Also known as lateral epicondylitis. Tennis elbow stems from overuse, improper muscle strength, and repetitive movement of the wrist or elbow where the tendons at the elbow become stressed due to poor mechanics (i.e. typing, racquetball, tennis, golf). Localized pain at the lateral (outside) elbow is present with wrist and elbow movement. Pain can become so intense that lifting a glass of water may be a chore! Tennis elbow can be difficult to relieve if mechanics and flexibility/strength issues are not addressed. Ice massage and anti-inflammatories may help with the acute pain, but therapy may be required to address proper work and leisure ergonomics as well as muscle imbalances. Thermal or electrical modalities may be used to decrease inflammation and promote tissue healing. Splinting of the wrist may also be utilized to rest the muscles around the elbow during this time of healing. Many sporting goods stores carry straps that are placed below the elbow to help reduce pain. While these straps may be beneficial for some, they should not be considered as a cure-all, and improper use may even worsen symptoms. Our professional staff will also be able to analyze your golf swing or racquet stroke to prevent further injury.
Also known as medial epicondylitis. Similar to tennis elbow with associated pain and decreased movement, but golfer’s elbow occurs on the inside of the elbow. Golfer’s elbow presents similar signs and symptoms as tennis elbow and is also difficult to heal if not handled properly. Therapeutic management of golfer’s elbow is very similar to that of tennis elbow. Splinting may be used to decrease strain on the muscles, and the use of anti-inflammatories will help with tissue swelling and pain. Therapy focuses on restoration of muscle balances (flexibility and strengthening), education on causative factors and prevention, and thermal and electrical modalities to decrease inflammation and facilitate healing. Our professional staff will also be able to analyze your golf swing or racquet stroke to prevent further injury.
This condition involves the compression of the median nerve in the forearm. The median nerve passes into the forearm down the front of the elbow and passes under ligaments and into muscles. Compression of this nerve in the forearm generally occurs as it enters between two heads of a muscle—the pronator teres (thus the name “pronator” syndrome). The pronator teres muscle turns the palm of the hand down. Patients with this condition usually complain of an aching pain in the forearm, increased pain with gripping while the forearm is pronated (palm down), decreased strength, and forearm fatigue. Conservative management is generally the first course of treatment. Occupational therapy may be prescribed for splint fabrication to limit forearm rotation, nerve gliding exercises, stretches to maintain flexibility, and activity and job modification to restrict repetitive forearm rotation. If the condition is unresponsive to conservative treatment, surgical decompression of the nerve may be required.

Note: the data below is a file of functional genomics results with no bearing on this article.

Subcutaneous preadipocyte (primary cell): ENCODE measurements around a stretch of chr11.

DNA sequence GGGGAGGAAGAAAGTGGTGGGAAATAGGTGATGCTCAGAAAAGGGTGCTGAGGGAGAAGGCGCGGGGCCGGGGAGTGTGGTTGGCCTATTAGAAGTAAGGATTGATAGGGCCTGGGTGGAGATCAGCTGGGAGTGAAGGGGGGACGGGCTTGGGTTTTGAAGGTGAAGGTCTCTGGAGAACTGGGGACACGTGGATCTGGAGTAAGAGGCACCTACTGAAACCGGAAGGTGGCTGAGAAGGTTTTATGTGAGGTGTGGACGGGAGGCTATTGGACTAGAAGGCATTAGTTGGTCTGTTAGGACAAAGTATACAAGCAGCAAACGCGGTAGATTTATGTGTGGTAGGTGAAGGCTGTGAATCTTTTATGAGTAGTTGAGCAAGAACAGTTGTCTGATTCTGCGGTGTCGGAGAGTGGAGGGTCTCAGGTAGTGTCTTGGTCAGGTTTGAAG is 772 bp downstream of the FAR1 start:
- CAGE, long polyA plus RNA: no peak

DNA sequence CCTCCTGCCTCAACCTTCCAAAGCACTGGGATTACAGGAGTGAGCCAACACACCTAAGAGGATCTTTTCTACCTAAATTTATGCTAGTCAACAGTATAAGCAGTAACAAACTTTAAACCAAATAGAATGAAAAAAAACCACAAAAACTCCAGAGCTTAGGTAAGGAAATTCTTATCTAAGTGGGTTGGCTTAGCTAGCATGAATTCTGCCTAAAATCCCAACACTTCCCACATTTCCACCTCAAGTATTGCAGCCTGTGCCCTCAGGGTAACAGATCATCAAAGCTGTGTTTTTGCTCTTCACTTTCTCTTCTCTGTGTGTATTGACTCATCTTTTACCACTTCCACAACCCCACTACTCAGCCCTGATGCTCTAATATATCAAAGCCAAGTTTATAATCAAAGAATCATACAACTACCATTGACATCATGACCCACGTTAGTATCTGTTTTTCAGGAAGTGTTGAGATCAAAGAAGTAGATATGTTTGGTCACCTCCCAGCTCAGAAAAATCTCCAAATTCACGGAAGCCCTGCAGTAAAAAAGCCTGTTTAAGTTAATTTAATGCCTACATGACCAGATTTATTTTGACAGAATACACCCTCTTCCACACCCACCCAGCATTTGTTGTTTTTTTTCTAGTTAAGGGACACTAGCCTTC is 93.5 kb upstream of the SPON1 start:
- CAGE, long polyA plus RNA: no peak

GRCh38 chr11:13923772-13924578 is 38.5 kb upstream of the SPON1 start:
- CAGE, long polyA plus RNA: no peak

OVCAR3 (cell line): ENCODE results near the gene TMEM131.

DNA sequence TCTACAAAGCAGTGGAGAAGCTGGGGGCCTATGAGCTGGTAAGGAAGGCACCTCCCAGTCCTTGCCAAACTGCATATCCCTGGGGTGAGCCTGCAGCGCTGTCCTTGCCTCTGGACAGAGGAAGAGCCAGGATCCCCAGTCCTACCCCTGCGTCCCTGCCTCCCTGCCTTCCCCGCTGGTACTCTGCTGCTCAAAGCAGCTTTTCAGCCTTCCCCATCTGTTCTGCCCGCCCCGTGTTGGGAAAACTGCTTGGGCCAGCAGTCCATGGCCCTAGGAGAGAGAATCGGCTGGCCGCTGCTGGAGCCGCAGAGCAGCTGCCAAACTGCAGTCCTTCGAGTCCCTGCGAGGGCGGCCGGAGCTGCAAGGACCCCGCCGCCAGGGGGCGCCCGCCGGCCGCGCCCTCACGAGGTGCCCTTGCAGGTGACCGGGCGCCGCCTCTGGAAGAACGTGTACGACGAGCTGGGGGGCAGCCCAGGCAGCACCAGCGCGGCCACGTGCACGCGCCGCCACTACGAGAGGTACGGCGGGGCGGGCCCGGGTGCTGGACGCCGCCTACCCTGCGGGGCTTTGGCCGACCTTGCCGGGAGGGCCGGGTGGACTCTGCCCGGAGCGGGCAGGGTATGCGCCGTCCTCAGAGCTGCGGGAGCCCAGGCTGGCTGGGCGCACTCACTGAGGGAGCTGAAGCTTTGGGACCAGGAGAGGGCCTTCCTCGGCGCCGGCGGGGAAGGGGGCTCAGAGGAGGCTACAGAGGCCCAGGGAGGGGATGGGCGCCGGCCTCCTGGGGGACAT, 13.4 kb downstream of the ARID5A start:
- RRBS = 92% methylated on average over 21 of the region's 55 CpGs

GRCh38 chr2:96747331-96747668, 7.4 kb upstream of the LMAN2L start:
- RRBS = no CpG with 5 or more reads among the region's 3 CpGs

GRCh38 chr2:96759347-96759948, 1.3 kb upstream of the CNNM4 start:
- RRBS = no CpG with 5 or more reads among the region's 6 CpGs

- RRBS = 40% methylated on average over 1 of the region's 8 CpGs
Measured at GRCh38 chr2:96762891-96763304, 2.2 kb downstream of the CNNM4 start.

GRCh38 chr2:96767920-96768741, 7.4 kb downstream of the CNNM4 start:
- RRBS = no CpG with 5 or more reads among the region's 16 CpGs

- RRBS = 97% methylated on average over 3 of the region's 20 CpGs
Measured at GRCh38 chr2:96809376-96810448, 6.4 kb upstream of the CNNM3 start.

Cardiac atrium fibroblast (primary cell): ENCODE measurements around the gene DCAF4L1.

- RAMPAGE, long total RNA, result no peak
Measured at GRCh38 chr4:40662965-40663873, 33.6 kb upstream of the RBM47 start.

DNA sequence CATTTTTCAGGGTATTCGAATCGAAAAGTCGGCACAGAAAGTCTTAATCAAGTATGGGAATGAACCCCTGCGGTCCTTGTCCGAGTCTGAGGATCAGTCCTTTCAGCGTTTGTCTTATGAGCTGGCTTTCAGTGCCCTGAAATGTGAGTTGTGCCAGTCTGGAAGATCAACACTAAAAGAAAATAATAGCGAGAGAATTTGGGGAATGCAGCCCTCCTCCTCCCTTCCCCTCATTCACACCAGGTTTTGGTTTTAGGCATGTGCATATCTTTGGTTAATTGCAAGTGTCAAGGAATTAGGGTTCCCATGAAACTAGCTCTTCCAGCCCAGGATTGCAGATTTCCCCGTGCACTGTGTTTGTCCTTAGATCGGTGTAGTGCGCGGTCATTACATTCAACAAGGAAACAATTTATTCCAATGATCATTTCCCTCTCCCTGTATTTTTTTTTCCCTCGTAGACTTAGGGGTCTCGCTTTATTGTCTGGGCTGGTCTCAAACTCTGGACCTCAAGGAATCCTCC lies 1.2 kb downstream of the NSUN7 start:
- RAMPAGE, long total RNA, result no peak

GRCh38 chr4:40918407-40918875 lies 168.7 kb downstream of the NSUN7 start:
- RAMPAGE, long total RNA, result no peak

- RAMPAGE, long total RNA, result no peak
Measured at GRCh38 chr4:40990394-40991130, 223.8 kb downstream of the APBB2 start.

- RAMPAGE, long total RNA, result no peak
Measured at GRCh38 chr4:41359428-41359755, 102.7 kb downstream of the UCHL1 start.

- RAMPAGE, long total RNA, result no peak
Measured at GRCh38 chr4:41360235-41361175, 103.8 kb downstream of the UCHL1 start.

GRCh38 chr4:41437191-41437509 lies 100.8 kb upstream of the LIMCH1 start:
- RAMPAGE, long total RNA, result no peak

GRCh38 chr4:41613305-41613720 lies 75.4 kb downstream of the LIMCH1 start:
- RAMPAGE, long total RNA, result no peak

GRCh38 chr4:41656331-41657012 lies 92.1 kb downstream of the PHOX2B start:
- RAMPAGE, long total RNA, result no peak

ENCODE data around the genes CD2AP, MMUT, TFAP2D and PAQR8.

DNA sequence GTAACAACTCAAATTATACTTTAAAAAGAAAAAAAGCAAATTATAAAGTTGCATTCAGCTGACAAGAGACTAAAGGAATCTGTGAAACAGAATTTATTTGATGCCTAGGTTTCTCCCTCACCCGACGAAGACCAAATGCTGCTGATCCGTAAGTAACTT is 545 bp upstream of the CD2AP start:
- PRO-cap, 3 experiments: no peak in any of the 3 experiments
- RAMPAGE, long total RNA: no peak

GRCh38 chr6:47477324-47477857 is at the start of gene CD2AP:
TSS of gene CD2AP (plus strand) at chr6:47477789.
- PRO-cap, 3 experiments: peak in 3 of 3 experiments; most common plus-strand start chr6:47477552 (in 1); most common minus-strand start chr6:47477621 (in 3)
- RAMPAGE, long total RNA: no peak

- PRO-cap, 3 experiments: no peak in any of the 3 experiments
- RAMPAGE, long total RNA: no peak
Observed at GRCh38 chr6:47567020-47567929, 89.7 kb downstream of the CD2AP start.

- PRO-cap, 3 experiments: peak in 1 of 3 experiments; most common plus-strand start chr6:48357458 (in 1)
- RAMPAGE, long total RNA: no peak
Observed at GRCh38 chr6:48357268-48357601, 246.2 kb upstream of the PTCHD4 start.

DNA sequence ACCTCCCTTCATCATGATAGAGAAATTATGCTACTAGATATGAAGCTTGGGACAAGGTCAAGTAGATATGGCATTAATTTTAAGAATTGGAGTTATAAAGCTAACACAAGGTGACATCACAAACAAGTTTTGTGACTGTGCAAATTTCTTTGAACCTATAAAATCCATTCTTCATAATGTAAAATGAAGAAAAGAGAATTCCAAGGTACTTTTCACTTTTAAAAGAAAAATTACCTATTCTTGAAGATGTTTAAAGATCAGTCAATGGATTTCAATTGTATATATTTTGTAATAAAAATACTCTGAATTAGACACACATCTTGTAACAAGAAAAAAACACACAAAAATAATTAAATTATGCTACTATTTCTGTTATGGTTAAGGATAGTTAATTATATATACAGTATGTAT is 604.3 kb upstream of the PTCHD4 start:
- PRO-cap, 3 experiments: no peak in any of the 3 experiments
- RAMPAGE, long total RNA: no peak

Cubital Tunnel Syndrome:
This condition involves the ulnar nerve as it travels down the inside of the arm behind the elbow. This nerve lies in a groove on the inside of the elbow. If you’ve ever hit your “funny bone” then you’ve experienced the symptoms of Cubital Tunnel Syndrome—elbow pain and numbness/tingling in the ring and little finger. If left untreated, it can progress to significant hand weakness and a “claw” deformity of the ring and small finger. It is exacerbated by repetitive or static bending of the elbow, arthritis, or trauma to the elbow. Treatment for Cubital Tunnel Syndrome includes use of anti-inflammatories to reduce swelling, splinting of the elbow at night to prevent bending of the elbow and stretching of the nerve, and use of an elbow pad during the day to protect the nerve. You may be referred to an occupational therapist for splint fabrication, education on proper body mechanics and workstation set-up, nerve gliding exercises, and exercises to maintain range of motion and strength.
Fractures may be caused by falling on an outstretched arm or by direct trauma to the elbow. The elbow has three joints that are surrounded by ligaments. Because of its complex structure, improper alignment of the bones and any associated ligament damage can significantly reduce elbow motion, stability, and function. It is very important to seek medical attention if an elbow fracture is suspected.